Expert Answer Forum

displays of affection in church QUESTION from Neal Cox November 13, 2000 I am a RCIA candidate and have been going to Catholic Mass for about two years prior to joining RCIA. My ladyfriend (we're both 42) is a member of the church we attend. We both read the missal together during the readings and often will hold hands during the homily. When I decided to join the Catholic Church, I asked my girlfriend to become my sponsor so we could share the process together.
Last Sunday as we stood in the church, waiting to process in, I had my arm draped over the shoulder of my lady friend as we read the scripture for the day out of the missal together. The head of our RCIA program said to us that we shouldn't exhibit these sort of displays of affection. I almost thought she was joking, but removed my arm anyway.
Later, my friend was talking with her mother, who is a eucharistic minister in the same church, and she mentioned the incident. Her mother said that displays of affection were forbidden in the church, and remarked that she had noticed us holding hands during the homily on other occasions and didn't approve. She said that even married couples don't hold hands during Mass. I was unaware that the church had a policy on displays of affection in church, as we always hold hands during the Lord's Prayer. Is this policy for the Catholic Church? If so what is the reasoning behind it? I would appreciate any guidance you might be able to provide.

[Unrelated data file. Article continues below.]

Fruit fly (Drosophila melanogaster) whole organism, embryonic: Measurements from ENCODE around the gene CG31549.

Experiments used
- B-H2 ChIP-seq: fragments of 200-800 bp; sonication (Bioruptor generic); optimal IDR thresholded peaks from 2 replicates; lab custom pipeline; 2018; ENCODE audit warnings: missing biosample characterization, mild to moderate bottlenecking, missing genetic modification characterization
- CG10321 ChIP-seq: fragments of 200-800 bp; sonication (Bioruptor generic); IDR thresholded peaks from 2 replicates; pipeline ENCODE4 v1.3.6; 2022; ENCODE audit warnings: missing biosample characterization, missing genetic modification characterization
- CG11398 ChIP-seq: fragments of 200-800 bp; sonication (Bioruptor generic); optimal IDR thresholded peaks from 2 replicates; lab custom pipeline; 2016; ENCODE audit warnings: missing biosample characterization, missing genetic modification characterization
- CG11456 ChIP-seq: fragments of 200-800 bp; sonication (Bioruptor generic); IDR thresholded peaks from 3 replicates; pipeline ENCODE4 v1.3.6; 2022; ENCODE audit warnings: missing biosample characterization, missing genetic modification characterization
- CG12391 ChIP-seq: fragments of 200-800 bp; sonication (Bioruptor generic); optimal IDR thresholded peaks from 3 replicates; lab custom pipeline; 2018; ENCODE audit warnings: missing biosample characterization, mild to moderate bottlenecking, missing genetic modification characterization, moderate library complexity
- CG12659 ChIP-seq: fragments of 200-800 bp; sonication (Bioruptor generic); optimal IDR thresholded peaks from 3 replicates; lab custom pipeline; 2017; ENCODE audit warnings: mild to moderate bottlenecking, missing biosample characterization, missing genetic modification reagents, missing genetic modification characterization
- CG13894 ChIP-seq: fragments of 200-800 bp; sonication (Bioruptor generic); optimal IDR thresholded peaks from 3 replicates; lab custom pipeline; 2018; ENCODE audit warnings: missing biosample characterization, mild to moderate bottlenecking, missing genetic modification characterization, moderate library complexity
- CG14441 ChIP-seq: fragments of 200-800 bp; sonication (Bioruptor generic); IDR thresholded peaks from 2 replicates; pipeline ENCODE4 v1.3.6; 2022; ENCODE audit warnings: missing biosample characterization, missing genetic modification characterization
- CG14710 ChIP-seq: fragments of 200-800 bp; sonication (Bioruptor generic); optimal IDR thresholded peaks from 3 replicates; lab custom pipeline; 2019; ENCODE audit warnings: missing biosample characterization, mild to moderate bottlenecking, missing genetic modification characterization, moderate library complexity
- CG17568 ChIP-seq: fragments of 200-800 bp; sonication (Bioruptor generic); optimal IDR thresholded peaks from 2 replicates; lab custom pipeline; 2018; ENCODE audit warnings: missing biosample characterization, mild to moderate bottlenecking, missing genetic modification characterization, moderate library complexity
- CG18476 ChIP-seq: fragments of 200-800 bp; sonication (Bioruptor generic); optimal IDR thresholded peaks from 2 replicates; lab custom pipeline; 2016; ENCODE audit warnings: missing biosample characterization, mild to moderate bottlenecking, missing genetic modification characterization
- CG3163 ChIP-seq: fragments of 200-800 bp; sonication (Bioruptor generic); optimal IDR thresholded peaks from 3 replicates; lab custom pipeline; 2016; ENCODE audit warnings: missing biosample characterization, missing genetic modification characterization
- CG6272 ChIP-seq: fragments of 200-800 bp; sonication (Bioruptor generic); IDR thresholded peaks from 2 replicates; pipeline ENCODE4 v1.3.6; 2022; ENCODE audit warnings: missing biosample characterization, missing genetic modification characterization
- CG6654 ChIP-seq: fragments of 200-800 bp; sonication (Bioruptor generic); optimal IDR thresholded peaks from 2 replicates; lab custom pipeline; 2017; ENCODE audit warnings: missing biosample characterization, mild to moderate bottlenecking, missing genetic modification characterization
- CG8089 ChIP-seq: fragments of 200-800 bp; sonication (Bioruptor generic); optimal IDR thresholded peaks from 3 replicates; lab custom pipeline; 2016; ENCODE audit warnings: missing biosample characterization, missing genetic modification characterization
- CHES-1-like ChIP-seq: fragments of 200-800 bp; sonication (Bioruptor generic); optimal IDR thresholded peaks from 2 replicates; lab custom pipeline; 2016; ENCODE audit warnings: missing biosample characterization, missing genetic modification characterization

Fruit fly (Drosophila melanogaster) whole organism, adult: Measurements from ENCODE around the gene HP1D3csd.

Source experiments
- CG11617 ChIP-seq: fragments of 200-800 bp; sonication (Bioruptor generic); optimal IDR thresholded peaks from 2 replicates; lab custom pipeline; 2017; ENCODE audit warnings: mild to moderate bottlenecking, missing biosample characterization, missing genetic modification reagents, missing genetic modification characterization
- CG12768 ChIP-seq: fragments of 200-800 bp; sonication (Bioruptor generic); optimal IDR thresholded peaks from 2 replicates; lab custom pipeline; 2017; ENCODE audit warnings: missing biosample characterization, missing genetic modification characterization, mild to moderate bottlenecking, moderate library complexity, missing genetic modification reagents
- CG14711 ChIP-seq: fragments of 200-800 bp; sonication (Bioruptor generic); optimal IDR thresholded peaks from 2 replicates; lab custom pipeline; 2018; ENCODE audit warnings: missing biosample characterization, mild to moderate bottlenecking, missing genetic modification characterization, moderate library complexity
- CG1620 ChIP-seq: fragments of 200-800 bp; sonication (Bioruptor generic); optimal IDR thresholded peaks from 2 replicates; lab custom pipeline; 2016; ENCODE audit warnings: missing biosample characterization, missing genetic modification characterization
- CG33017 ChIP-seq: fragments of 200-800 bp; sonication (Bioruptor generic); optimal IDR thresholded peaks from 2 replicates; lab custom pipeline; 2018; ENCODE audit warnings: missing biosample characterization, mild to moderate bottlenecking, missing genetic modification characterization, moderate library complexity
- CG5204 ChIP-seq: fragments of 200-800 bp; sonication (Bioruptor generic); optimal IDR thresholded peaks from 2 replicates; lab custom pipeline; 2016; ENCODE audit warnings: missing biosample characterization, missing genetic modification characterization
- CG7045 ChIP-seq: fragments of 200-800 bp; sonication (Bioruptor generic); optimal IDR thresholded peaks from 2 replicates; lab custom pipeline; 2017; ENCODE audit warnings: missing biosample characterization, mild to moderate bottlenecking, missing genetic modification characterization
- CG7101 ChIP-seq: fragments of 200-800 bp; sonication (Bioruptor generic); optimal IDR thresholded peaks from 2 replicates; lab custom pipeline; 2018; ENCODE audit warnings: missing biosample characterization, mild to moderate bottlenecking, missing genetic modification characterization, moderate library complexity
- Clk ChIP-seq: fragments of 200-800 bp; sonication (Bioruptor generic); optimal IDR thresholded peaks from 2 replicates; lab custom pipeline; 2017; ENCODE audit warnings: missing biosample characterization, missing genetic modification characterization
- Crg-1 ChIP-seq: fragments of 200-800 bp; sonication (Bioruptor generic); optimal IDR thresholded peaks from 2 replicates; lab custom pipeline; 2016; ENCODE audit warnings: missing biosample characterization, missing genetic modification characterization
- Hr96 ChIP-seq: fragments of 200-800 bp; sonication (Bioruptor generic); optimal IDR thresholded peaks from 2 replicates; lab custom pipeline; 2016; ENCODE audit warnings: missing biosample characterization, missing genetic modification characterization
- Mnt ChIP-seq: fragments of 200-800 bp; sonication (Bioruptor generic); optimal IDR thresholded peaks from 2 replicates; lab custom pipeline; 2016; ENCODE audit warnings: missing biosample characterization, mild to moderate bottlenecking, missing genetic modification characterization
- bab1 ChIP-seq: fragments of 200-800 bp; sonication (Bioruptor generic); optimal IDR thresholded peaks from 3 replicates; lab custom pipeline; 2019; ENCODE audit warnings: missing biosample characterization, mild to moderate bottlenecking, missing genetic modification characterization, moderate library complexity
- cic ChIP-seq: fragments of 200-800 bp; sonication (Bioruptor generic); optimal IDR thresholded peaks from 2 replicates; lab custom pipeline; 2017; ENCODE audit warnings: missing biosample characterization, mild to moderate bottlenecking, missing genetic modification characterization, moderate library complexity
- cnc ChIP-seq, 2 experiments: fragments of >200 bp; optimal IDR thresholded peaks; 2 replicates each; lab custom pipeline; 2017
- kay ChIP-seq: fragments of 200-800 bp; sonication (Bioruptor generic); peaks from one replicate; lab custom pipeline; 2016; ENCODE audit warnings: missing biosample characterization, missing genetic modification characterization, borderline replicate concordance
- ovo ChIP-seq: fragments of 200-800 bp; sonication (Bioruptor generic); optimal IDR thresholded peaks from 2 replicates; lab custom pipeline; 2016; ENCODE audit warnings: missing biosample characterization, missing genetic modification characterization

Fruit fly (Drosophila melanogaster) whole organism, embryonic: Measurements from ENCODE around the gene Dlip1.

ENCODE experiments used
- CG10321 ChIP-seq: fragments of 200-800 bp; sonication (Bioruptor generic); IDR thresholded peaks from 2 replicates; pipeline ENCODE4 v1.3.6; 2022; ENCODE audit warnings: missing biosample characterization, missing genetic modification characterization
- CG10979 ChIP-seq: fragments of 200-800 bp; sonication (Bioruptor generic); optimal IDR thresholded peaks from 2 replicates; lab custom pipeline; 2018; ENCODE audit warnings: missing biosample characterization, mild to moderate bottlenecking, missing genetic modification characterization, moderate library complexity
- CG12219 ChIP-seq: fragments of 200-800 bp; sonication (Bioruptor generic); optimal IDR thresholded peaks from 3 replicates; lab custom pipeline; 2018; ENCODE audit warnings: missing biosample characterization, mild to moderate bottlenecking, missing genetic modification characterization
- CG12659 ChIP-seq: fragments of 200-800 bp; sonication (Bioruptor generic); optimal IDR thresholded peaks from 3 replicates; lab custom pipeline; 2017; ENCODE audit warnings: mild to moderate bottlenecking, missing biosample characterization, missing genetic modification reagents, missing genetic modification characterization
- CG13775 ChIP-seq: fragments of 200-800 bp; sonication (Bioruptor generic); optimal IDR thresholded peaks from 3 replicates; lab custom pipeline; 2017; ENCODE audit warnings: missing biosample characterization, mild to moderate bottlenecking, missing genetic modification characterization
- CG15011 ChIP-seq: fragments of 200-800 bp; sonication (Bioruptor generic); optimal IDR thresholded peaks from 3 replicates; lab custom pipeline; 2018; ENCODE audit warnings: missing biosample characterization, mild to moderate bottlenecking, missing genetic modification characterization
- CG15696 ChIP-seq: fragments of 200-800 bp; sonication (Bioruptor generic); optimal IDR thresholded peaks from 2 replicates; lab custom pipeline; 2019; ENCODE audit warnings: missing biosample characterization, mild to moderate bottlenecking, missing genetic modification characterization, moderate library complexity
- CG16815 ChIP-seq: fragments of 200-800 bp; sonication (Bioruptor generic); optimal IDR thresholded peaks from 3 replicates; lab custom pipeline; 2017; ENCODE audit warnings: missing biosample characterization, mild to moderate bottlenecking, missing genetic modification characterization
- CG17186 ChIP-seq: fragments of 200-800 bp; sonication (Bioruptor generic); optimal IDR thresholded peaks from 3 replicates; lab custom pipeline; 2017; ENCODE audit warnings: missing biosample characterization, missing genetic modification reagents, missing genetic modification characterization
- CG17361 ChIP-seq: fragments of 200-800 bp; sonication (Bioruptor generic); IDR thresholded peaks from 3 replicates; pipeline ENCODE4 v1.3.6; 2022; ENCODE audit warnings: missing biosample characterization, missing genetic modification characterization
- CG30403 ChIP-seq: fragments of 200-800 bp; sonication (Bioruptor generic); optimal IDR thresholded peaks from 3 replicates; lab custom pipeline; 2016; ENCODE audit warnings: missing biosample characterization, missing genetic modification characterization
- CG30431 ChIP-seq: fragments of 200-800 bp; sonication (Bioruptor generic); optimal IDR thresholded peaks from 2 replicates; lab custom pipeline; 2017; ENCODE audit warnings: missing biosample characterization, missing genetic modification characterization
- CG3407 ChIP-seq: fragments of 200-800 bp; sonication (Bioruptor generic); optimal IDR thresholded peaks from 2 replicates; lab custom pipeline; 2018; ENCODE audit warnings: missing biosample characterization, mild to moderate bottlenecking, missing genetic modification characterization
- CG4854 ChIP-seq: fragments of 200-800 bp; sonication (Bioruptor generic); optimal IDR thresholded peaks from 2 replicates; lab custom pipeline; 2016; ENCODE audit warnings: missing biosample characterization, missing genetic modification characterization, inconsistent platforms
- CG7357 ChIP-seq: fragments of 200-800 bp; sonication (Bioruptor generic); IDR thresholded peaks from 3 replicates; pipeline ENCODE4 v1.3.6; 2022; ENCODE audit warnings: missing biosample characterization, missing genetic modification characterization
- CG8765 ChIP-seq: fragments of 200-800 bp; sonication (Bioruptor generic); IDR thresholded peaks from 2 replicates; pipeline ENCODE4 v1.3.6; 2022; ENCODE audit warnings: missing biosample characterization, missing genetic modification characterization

ANSWER by John-Paul Ignatius, O.L.S.M. on March 2, 2001 Dear Mr. Cox:
Your friends have wrong information.
On the holding hands issue, it is true that holding hands as a part of the rubrics of the Our Father for the whole congregation is prohibited, but family members and friends may hold hands if they wish. There are some parishes that during the Our Father the whole congegation holds hands -- sometimes even across aisles. This is prohibited by Liturgical Law. But individual family members and friends, amongst themselves, can certainly hold hands.
As for the general displays of affection such as holding hands at any part of the Mass, or having one's arm around a spouse or loved one is not prohibited by any Church law I can think of. The Catholic Church is pro family. Why a family cannot demonstrate these non-descript gestures of affection is beyond me. Obviously there are other forms of expression that would not be prudent in a Church setting, and other displays not prudent anywhere but in private. But I am not aware of any prohibition that placing your arm around your loved-one's shoulders or just the two of you holding hands at any part of the Mass is prohibited.
I would ask your friends to produce an OFFICIAL Church document that supports their position.
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